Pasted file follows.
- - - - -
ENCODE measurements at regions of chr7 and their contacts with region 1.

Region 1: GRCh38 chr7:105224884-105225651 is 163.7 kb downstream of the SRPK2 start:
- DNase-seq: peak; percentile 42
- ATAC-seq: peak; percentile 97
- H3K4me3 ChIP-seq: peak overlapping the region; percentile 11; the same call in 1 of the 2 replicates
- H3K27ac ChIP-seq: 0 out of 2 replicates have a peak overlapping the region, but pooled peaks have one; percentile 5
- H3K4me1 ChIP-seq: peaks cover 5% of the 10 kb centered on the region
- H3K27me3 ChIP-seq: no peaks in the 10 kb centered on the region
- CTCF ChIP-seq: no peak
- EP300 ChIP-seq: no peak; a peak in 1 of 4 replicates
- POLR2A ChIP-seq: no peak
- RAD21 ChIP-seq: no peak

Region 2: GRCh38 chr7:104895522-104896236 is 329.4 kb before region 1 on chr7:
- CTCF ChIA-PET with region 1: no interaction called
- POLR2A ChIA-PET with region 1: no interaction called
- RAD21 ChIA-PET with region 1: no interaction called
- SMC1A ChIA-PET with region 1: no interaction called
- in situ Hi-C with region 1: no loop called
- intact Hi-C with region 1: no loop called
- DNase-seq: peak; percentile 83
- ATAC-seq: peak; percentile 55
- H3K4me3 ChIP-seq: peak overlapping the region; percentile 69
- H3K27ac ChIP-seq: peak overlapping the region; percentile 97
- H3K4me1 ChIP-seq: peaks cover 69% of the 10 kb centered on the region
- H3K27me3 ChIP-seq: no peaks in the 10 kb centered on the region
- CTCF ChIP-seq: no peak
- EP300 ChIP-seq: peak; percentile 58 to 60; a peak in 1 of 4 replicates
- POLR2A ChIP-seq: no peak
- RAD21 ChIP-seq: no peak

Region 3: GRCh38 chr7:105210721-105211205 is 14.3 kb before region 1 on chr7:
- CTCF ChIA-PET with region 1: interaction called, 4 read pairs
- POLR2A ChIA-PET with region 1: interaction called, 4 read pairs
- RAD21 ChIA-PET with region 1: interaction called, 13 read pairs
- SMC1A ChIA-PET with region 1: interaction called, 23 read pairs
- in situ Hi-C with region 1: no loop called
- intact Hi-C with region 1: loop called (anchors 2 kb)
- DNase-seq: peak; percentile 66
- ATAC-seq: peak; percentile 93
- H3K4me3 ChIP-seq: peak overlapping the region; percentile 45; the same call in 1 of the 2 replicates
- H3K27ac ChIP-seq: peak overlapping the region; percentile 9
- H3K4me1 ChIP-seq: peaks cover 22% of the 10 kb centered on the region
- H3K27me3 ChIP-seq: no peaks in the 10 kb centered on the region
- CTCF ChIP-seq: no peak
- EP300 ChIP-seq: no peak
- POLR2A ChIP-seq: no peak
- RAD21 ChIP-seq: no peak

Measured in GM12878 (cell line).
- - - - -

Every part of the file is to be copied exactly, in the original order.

ENCODE measurements at regions of chr7 and their contacts with region 1.

Region 1: GRCh38 chr7:105224884-105225651 is 163.7 kb downstream of the SRPK2 start:
- DNase-seq: peak; percentile 42
- ATAC-seq: peak; percentile 97
- H3K4me3 ChIP-seq: peak overlapping the region; percentile 11; the same call in 1 of the 2 replicates
- H3K27ac ChIP-seq: 0 out of 2 replicates have a peak overlapping the region, but pooled peaks have one; percentile 5
- H3K4me1 ChIP-seq: peaks cover 5% of the 10 kb centered on the region
- H3K27me3 ChIP-seq: no peaks in the 10 kb centered on the region
- CTCF ChIP-seq: no peak
- EP300 ChIP-seq: no peak; a peak in 1 of 4 replicates
- POLR2A ChIP-seq: no peak
- RAD21 ChIP-seq: no peak

Region 2: GRCh38 chr7:104895522-104896236 is 329.4 kb before region 1 on chr7:
- CTCF ChIA-PET with region 1: no interaction called
- POLR2A ChIA-PET with region 1: no interaction called
- RAD21 ChIA-PET with region 1: no interaction called
- SMC1A ChIA-PET with region 1: no interaction called
- in situ Hi-C with region 1: no loop called
- intact Hi-C with region 1: no loop called
- DNase-seq: peak; percentile 83
- ATAC-seq: peak; percentile 55
- H3K4me3 ChIP-seq: peak overlapping the region; percentile 69
- H3K27ac ChIP-seq: peak overlapping the region; percentile 97
- H3K4me1 ChIP-seq: peaks cover 69% of the 10 kb centered on the region
- H3K27me3 ChIP-seq: no peaks in the 10 kb centered on the region
- CTCF ChIP-seq: no peak
- EP300 ChIP-seq: peak; percentile 58 to 60; a peak in 1 of 4 replicates
- POLR2A ChIP-seq: no peak
- RAD21 ChIP-seq: no peak

Region 3: GRCh38 chr7:105210721-105211205 is 14.3 kb before region 1 on chr7:
- CTCF ChIA-PET with region 1: interaction called, 4 read pairs
- POLR2A ChIA-PET with region 1: interaction called, 4 read pairs
- RAD21 ChIA-PET with region 1: interaction called, 13 read pairs
- SMC1A ChIA-PET with region 1: interaction called, 23 read pairs
- in situ Hi-C with region 1: no loop called
- intact Hi-C with region 1: loop called (anchors 2 kb)
- DNase-seq: peak; percentile 66
- ATAC-seq: peak; percentile 93
- H3K4me3 ChIP-seq: peak overlapping the region; percentile 45; the same call in 1 of the 2 replicates
- H3K27ac ChIP-seq: peak overlapping the region; percentile 9
- H3K4me1 ChIP-seq: peaks cover 22% of the 10 kb centered on the region
- H3K27me3 ChIP-seq: no peaks in the 10 kb centered on the region
- CTCF ChIP-seq: no peak
- EP300 ChIP-seq: no peak
- POLR2A ChIP-seq: no peak
- RAD21 ChIP-seq: no peak

Measured in GM12878 (cell line).